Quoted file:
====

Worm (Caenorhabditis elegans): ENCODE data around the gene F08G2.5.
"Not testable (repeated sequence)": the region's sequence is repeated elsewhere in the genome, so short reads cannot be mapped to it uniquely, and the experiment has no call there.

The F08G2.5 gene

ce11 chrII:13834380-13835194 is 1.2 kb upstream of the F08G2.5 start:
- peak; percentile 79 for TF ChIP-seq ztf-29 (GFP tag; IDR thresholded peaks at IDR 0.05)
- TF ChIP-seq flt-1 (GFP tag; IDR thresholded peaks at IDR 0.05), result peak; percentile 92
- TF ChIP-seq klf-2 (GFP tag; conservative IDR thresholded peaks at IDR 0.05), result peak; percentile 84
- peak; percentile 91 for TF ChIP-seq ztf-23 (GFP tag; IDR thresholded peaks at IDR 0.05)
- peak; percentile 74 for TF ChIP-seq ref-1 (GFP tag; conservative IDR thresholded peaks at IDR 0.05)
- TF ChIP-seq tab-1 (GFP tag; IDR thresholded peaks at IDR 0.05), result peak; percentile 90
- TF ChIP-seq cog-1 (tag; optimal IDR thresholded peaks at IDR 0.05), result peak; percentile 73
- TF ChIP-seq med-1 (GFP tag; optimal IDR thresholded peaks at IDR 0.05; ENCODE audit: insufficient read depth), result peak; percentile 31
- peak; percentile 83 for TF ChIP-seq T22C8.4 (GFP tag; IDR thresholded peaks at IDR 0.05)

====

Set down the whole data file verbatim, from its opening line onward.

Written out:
Worm (Caenorhabditis elegans): ENCODE data around the gene F08G2.5.
"Not testable (repeated sequence)": the region's sequence is repeated elsewhere in the genome, so short reads cannot be mapped to it uniquely, and the experiment has no call there.

The F08G2.5 gene

ce11 chrII:13834380-13835194 is 1.2 kb upstream of the F08G2.5 start:
- peak; percentile 79 for TF ChIP-seq ztf-29 (GFP tag; IDR thresholded peaks at IDR 0.05)
- TF ChIP-seq flt-1 (GFP tag; IDR thresholded peaks at IDR 0.05), result peak; percentile 92
- TF ChIP-seq klf-2 (GFP tag; conservative IDR thresholded peaks at IDR 0.05), result peak; percentile 84
- peak; percentile 91 for TF ChIP-seq ztf-23 (GFP tag; IDR thresholded peaks at IDR 0.05)
- peak; percentile 74 for TF ChIP-seq ref-1 (GFP tag; conservative IDR thresholded peaks at IDR 0.05)
- TF ChIP-seq tab-1 (GFP tag; IDR thresholded peaks at IDR 0.05), result peak; percentile 90
- TF ChIP-seq cog-1 (tag; optimal IDR thresholded peaks at IDR 0.05), result peak; percentile 73
- TF ChIP-seq med-1 (GFP tag; optimal IDR thresholded peaks at IDR 0.05; ENCODE audit: insufficient read depth), result peak; percentile 31
- peak; percentile 83 for TF ChIP-seq T22C8.4 (GFP tag; IDR thresholded peaks at IDR 0.05)